As the state’s hospitals begin what they hope is a return to normalcy, the collateral damage caused by COVID-19 is still being assessed.
The numbers are indeed stark: As of this writing, there are more than 40,000 positive cases and 3,500 deaths in the state, with Fairfield County accounting for over a third of both totals.
In a new report, the American Hospital Association (AHA) estimates that the financial impact to hospitals and health systems from March 1 to June 30 will be $202.6 billion. Connecticut’s hospitals are looking at a loss of at least $1.5 billion this fiscal year, driven both by the costs of fighting tirelessly against the disease and the temporary elimination of elective surgeries — procedures that can account for 50% to 80% of a given facility’s revenue.
“The fight against this virus has created the greatest financial crisis in history for hospitals and health systems,” AHA President and CEO Rick Pollack. “While we appreciate the support and resources from Congress and the (Trump) administration, many hospitals are still on the brink.”
One of the state’s hardest hit hospitals has been Stamford Health. “Like everyone else, we shut down all ambulatory operations and surgeries, which are really the life blood of hospitals,” said its president, Kathy Silard.
Stamford Health lost about $11 million March and estimates losses of $27 million in both April and May, she said. “We’ll have another loss in June, but probably not as deep.”
Partly as a result, the hospital furloughed 375 employees in early May; many of those worked in areas that were closed or experienced a significant reduction in operations due to social distancing requirements and/or public health mandates and guidelines specific to health systems.
“We’re not anticipating more furloughs at this time,” Silard said. “We believe our employees are our most precious resource and our goal is to get them back as quickly as possible.”
Financial help has come from the federal CARES Act’s injection of $175 billion into the nation’s health care facilities, followed by another $75 billion; a promised $100 billion in the so-called HEROES Act passed by the U.S. House of Representatives last week faces very long odds in the Senate.
Either way, “We need more financial support,” Silard said.
In the meantime, there is encouraging news. Although Stamford has long led the state in COVID cases, becoming the first Connecticut municipality to top 3,000 last week, the hospital has been seeing a steady reduction in hospitalizations for the past several weeks, from a high of 149 coronavirus patients on April 14 to less than 50 now.
Silard said the hospital has treated over 550 COVID patients and discharged about 400. “We’re definitely seeing a flattening of the curve, and social distancing is why.”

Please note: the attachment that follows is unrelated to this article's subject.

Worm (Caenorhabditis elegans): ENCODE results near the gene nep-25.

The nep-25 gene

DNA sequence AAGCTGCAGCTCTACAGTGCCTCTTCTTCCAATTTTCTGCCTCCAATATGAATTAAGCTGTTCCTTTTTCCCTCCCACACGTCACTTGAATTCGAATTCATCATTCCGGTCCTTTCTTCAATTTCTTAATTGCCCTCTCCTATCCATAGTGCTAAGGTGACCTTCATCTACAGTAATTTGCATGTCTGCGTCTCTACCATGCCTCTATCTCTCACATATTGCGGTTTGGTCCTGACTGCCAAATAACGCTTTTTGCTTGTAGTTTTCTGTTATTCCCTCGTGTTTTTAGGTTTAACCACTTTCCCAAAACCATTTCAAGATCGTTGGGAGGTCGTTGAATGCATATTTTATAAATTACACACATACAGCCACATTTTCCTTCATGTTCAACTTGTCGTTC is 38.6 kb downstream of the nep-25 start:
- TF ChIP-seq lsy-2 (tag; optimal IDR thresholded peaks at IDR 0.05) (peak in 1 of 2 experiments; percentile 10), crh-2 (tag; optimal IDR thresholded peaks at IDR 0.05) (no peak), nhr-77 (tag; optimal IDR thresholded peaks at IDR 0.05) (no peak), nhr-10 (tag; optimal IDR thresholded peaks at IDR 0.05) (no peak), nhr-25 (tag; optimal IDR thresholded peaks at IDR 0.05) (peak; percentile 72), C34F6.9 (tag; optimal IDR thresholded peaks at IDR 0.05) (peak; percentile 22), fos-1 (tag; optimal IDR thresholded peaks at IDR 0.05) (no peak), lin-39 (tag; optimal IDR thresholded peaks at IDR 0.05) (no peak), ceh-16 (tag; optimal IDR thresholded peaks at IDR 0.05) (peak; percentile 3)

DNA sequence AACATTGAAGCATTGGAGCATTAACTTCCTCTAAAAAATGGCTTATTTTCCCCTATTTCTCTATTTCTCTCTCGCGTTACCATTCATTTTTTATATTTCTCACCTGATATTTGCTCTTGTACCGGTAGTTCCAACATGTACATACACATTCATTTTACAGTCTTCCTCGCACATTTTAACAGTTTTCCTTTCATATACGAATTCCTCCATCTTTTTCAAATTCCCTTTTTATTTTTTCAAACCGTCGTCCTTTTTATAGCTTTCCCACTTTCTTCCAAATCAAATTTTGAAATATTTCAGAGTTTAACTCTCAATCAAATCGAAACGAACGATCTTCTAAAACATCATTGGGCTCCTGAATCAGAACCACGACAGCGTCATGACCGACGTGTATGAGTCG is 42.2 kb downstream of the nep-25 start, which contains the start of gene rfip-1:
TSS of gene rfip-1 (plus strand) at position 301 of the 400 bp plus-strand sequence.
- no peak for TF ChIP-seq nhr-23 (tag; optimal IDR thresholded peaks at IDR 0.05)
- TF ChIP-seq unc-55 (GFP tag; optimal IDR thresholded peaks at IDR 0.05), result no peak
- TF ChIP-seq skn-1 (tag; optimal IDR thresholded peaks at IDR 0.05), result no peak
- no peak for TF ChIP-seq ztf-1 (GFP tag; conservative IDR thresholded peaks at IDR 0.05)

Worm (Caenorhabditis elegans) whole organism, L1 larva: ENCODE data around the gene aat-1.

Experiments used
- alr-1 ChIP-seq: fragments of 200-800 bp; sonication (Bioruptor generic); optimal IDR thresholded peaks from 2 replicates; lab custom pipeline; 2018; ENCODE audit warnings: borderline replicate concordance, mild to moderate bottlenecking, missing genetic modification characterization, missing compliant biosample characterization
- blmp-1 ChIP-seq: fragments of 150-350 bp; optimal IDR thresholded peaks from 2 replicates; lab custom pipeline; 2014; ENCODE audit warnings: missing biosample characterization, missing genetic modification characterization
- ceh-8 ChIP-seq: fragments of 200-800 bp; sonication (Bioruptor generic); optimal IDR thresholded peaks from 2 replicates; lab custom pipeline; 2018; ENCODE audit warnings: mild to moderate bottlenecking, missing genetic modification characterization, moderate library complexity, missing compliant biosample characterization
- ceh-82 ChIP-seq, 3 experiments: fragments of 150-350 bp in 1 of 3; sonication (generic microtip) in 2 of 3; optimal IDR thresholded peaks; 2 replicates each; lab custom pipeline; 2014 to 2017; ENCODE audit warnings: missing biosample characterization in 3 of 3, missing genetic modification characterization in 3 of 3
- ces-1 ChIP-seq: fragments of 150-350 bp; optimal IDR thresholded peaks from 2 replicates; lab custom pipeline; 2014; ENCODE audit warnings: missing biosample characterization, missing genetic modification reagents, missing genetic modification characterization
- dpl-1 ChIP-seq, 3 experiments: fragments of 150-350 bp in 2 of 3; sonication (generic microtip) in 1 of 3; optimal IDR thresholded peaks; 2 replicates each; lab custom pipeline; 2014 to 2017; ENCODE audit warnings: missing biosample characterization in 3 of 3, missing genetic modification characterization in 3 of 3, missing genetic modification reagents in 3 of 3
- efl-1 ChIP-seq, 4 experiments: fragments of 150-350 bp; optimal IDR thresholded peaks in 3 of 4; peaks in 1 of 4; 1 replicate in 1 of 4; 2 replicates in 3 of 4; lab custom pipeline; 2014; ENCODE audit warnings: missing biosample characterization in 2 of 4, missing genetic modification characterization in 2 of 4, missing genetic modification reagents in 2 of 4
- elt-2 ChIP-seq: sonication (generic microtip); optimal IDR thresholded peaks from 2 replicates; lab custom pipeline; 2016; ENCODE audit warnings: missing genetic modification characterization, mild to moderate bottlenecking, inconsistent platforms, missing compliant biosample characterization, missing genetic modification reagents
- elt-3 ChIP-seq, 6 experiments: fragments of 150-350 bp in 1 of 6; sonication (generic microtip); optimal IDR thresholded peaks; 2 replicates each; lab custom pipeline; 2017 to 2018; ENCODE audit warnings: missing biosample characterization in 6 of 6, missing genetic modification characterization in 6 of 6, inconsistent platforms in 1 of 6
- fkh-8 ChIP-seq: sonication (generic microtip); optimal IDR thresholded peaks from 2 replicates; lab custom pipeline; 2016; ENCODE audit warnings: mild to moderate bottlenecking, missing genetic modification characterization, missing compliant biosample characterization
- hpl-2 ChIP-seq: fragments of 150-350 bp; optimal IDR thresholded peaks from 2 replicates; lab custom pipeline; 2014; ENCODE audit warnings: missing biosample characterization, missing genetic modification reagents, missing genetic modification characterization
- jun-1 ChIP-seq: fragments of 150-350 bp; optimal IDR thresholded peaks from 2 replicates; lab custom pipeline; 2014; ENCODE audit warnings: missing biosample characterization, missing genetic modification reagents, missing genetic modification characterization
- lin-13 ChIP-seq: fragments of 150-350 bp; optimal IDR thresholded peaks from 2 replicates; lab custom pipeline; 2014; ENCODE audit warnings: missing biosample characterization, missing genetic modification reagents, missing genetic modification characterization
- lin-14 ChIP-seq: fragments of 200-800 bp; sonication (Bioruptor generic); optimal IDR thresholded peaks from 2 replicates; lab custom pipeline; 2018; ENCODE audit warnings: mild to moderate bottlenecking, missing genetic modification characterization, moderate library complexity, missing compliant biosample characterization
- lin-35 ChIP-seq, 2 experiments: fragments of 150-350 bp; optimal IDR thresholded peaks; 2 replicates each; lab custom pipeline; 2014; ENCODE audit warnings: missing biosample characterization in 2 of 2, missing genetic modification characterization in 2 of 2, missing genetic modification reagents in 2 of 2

She also credited the alliance formed by the CEOs of the state’s hospital systems, which allowed for personnel and equipment to be shared, and the Connecticut National Guard, which on April 4 helped recommission the Wheeler Building on Stamford Hospital’s Bennett Medical Center campus as an alternative care site. Medical personnel belonging to the U.S. Army’s Urban Augmentation Medical Task Forces then arrived to work alongside hospital staff in the treatment of patients. The military departed on May 19.
The day before, at Greenwich Hospital, the nonaffiliated Yale New Haven Health celebrated the discharge of its 2,500th recovered COVID-19 patient.
Stamford Health has also been at the forefront of coronavirus testing, being one of the first hospitals in the state to receive Abbott Laboratories’ polymerase chain reaction technology, which amplifies a single piece (or few copies of a piece) of DNA to diagnose a patient in about 15 minutes.
It is also investigating the latest developments in antigen testing and plasma therapy, Silard said; the latter has been used for more than 60 patients and had “terrific results.”
She further noted that emergency department visits by non-coronavirus patients — the absence of which she had noted with concern last month — are finally trending up again.
“There had been a great deal of concern about coming to the hospital,” Silard said. “Patients were afraid they were going to catch COVID-19. But we always isolated them from non-COVID patients. We have COVID-free operating rooms, and we’ve kept our entire cardio area free from any COVID-positive cases.
“There was also a perception that you should stay away from health care facilities so we could focus on treating our COVID-positive patients,” she continued. “That was true of elective surgeries. But it’s always a bad decision to postpone or neglect care that’s truly needed.”